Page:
A/C System Service in April. Yes, You Read That Right!

A/C System neededRepeat after me: It’s going to be warm soon, it’s going to be warm soon, it’s going to be warm soon.  Good, now that we all believe that fact, even while there is still snow on the ground, let’s talk about your vehicle’s A/C system. Eventually, I promise, you will need it in the next coming months!

if you just want to be extra sure your A/C system is working properly and ready to handle the summer months, log onto koons.com

The A/C System in your vehicle relies on many important components to run properly and remove the heat from your cars interior, allowing you to ride cool comfortably.  The key components of the A/C system in your car include a compressor, evaporator, pressurized refrigerant, valves and hoses, all of which are controlled electronically.  In order to work properly your A/C system needs to be free from leaks and contamination.  A common cause for inadequate cooling is when the refrigerant leaks through worn seals and O-rings.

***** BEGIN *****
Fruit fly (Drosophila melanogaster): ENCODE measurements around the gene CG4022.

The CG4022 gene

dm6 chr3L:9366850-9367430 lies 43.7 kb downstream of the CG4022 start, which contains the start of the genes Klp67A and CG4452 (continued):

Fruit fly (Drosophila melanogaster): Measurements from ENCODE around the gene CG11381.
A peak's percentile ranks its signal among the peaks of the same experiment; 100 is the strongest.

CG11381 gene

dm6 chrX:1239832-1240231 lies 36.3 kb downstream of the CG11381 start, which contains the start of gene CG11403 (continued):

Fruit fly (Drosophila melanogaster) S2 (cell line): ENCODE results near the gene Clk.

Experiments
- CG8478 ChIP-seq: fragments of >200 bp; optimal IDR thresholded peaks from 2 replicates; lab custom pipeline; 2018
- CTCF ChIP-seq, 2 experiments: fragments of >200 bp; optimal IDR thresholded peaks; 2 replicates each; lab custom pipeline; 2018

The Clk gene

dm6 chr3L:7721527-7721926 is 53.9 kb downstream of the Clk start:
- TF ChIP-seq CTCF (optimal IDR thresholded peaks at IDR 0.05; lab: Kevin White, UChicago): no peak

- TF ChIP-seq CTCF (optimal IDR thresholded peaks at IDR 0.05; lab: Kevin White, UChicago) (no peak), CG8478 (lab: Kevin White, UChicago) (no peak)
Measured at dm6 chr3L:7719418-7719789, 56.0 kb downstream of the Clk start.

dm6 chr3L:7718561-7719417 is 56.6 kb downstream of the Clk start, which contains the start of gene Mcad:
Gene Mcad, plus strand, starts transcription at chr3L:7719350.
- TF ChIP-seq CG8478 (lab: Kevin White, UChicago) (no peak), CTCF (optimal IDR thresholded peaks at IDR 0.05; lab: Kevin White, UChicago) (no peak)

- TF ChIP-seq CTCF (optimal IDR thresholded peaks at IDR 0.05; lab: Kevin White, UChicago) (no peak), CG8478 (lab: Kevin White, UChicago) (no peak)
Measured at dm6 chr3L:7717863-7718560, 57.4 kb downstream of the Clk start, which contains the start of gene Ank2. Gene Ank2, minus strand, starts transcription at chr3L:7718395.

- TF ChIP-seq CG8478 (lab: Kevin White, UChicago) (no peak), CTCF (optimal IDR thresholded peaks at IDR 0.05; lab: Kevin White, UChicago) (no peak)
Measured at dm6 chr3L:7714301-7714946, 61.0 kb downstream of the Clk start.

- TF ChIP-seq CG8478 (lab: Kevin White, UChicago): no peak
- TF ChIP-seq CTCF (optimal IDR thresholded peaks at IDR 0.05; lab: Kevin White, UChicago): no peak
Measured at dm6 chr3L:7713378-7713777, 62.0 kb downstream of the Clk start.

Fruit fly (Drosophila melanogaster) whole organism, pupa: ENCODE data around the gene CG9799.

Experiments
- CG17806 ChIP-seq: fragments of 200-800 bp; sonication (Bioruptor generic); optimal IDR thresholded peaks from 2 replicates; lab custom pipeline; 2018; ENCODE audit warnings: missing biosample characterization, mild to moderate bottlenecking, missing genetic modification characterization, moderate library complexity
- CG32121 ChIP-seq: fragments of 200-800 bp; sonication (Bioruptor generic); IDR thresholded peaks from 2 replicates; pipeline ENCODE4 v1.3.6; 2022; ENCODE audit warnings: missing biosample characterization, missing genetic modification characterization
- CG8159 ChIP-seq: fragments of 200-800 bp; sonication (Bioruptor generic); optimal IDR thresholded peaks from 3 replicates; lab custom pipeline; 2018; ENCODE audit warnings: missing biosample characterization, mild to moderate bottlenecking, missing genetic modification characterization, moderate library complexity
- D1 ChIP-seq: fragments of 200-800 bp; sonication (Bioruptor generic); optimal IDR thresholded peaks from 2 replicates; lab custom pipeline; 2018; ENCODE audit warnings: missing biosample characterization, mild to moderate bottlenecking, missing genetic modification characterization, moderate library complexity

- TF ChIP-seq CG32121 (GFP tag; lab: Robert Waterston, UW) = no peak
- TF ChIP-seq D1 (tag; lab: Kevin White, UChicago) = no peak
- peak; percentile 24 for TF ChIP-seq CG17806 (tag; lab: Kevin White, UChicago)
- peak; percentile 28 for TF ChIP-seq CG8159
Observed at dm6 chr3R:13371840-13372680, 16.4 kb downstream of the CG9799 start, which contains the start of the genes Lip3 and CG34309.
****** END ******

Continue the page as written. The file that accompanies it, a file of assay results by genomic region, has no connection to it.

There are a few warning signs you can look out for to make sure you’re A/C system is working properly:

  • Your A/C system doesn’t cool properly
  • The fan/blower doesn’t work when set in A/C mode
  • Loud noises when you turn on your A/C
  • Your vehicle stalls or idles roughly when you turn on the A/C
  • Your vehicle runs hot or overheats when you use the A/C
  • Some or all of the dash controls don’t work when you try to use them
  • Your heater, top and side vents, or de-froster doesn’t work
  • Water on your vehicle’s floor mats or carpeting
  • Unusual odors from interior vents

Your cars A/C is something that is easy to forget about, especially when you’re in the middle of freak snow storms but it’s only a matter of days before the temperature starts to to hit the 90’s.  If your A/C has any of the above issues, or if you just want to be extra sure your A/C system is working properly and ready to handle the summer months, log onto koons.com and schedule an appointment with your nearest dealership. 

 

 

Should I Clean my Car Before Trading It in?

Clean my car or not to clean my car